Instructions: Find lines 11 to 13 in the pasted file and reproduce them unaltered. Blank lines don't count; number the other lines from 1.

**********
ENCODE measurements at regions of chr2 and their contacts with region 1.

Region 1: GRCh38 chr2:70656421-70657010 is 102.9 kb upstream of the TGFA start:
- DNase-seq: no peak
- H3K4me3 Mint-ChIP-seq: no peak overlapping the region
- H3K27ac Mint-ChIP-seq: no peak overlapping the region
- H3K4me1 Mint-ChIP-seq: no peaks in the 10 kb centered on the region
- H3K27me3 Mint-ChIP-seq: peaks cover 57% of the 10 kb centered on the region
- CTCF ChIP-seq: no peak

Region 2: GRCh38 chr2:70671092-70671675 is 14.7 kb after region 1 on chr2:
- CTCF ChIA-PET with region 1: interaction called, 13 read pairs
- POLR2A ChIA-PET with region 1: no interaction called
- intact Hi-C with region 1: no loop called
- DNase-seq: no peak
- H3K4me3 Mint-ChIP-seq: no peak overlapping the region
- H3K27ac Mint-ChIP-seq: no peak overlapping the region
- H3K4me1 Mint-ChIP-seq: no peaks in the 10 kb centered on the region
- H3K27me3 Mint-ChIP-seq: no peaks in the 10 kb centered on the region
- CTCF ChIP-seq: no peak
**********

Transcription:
- POLR2A ChIA-PET with region 1: no interaction called
- intact Hi-C with region 1: no loop called
- DNase-seq: no peak